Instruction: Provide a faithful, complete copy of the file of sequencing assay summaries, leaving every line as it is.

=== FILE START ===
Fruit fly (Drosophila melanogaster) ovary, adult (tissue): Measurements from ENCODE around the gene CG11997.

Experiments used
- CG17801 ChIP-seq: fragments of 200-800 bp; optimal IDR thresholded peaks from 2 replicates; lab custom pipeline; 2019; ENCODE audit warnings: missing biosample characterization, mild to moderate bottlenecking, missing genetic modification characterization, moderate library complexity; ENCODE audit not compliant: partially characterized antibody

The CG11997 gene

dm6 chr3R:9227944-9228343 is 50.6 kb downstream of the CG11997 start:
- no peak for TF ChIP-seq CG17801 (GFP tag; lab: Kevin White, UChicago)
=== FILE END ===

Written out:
Fruit fly (Drosophila melanogaster) ovary, adult (tissue): Measurements from ENCODE around the gene CG11997.

Experiments used
- CG17801 ChIP-seq: fragments of 200-800 bp; optimal IDR thresholded peaks from 2 replicates; lab custom pipeline; 2019; ENCODE audit warnings: missing biosample characterization, mild to moderate bottlenecking, missing genetic modification characterization, moderate library complexity; ENCODE audit not compliant: partially characterized antibody

The CG11997 gene

dm6 chr3R:9227944-9228343 is 50.6 kb downstream of the CG11997 start:
- no peak for TF ChIP-seq CG17801 (GFP tag; lab: Kevin White, UChicago)